10 questions with Quantum Conundrum and Portal’s Kim Swift

Kim Swift

1 What game that you’ve played in the past has had the biggest effect on the way you make games today?

I’d say that would have to be Zelda: A Link To The Past, mainly because that was the one game that I played that made me want to make games in the first place. Without that game I wouldn’t be involved in this industry at all.

2 We’ve had motion control, 3D, cameras… what do you think will be the next big innovation in games?

I don’t really know! As far as hardware goes I can’t really say what’s going to be the next big innovation. I think that as an industry we’re in a really interesting place, because there are small games, huge games and there isn’t a whole lot in-between – so I honestly have no predictions for the future. I think downloadable games are a great testing ground for new IPs and interesting ideas – and that’s what I’m most excited about.

Portal 13 What have been the high and low points of your career so far?

Portal was an amazing high. It was [the first project I worked on] in the industry [when I came] out of school, and the amount of amazing reception that we got from the game was staggering – I still can’t believe it. I try not to think about [whether a game could be a massive hit], mainly because I think it makes it less fun to make. I actually have fun making games, and if you’re too worried about the implications of a game, it’ll stop being fun.

4 What matters more to you, review scores or sales?

Honestly, sales. Because that will determine whether I can make another game or not. I don’t think people really understand that – like any other industry – games are highly affected by sales. If a game is really great and no one buys it, the chances of that game ever getting a sequel or that particular designer ever making a game gets slimmer and slimmer. That’s one thing I want to say to gaming audiences as a whole: if you are a big fan of a particular game or designer, buy it! It’s going to mean you’re going to see [more like it] in the marketplace later on.

5 If you had to make one golden rule of game design, what would it be?

Make sure it’s fun! Make sure you have fun making the game, and make sure players have fun playing it. The only real way to see if people are having fun is to playtest and watch people play. [Humour is another factor, but] there are games out there that are amazing that aren’t humorous. Humour is something that I gravitate to as a whole because I think it makes [things] more fun for me to make. So I’m kind of selfish in that way; I just prefer making humorous games.

6 If you were to sign a star dev from another team, who would it be and why?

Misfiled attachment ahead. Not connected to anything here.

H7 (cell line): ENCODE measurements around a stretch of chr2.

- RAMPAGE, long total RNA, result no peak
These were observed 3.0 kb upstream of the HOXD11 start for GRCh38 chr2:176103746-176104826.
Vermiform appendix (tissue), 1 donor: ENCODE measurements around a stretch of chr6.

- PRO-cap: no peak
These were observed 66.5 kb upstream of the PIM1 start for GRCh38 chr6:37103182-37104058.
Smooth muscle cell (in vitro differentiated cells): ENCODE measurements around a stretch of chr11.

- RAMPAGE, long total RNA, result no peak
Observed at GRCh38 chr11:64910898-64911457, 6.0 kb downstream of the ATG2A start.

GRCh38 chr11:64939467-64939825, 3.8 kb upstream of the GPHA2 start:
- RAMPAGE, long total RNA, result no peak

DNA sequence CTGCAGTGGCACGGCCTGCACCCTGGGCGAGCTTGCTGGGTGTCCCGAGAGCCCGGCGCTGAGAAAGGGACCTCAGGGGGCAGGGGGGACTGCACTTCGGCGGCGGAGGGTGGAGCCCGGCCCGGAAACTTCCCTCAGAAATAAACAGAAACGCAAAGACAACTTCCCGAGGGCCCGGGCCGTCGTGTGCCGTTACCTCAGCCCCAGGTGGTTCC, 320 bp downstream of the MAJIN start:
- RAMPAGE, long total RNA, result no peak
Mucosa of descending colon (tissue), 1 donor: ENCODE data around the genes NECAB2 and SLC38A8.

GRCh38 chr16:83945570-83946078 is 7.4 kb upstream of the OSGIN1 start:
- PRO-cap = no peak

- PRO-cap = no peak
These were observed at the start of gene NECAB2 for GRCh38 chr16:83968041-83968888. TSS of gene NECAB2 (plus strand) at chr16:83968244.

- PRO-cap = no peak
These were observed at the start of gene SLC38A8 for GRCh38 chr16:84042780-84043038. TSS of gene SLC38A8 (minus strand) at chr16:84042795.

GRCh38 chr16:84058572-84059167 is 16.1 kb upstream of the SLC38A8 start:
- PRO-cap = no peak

I’ve always loved Shigeru Miyamoto and would love to work with him one day – or at least talk to him!

7 If you weren’t a videogame developer, what would you be doing instead?

I’d actually be a pastry chef! I’m a really, really good cook and this might actually happen in the future – I really want to own a restaurant one day!

8 What’s your top tip for someone who wants to a career in games?

Make games! If you’re looking to put your résumé together, the only thing people are going to look at is what games you’ve made. So if you aren’t already making games – and if you want to be in the industry – make games. Make mods, go to school [to learn about] it, do whatever you can to get [involved with] as many games as possible!

The original concept of Portal came from student projects. All of us on the Portal team were students at DigiPen Institute Of Technology in Washington, and every year we were tasked with making a game. So for our senior year we made a game called Narbacular Drop – which had the basic premise of going in one portal and coming out the other, and vice versa. Valve saw it, thought it was a really interesting concept and hired us a few weeks later to work there and develop it.

9 You’ve got an unlimited team, unlimited time and an unlimited budget. What game do you make?

If I had the option, I’d make a puzzle game, because I think they’re really fun. I’ve always wanted to make a music game – I have a couple of ideas that might be kind of fun. However even if I had an unlimited team size I’d still have a smaller team, because I like it that way, where everybody can have a say on the project and I’m not big dictator – everyone gets a chance to say what they want.

10 What do you think it will take for games to be accepted as part of mainstream culture?

I think it’s just [a case of] time. As gamers grow up and have their own kids, it becomes something that’s more socially acceptable. It’s like when rock ’n’ roll first came out it was like, “Oh man, Elvis is the devil!”, but now rock ’n’ roll is part of American culture – so it’s just time!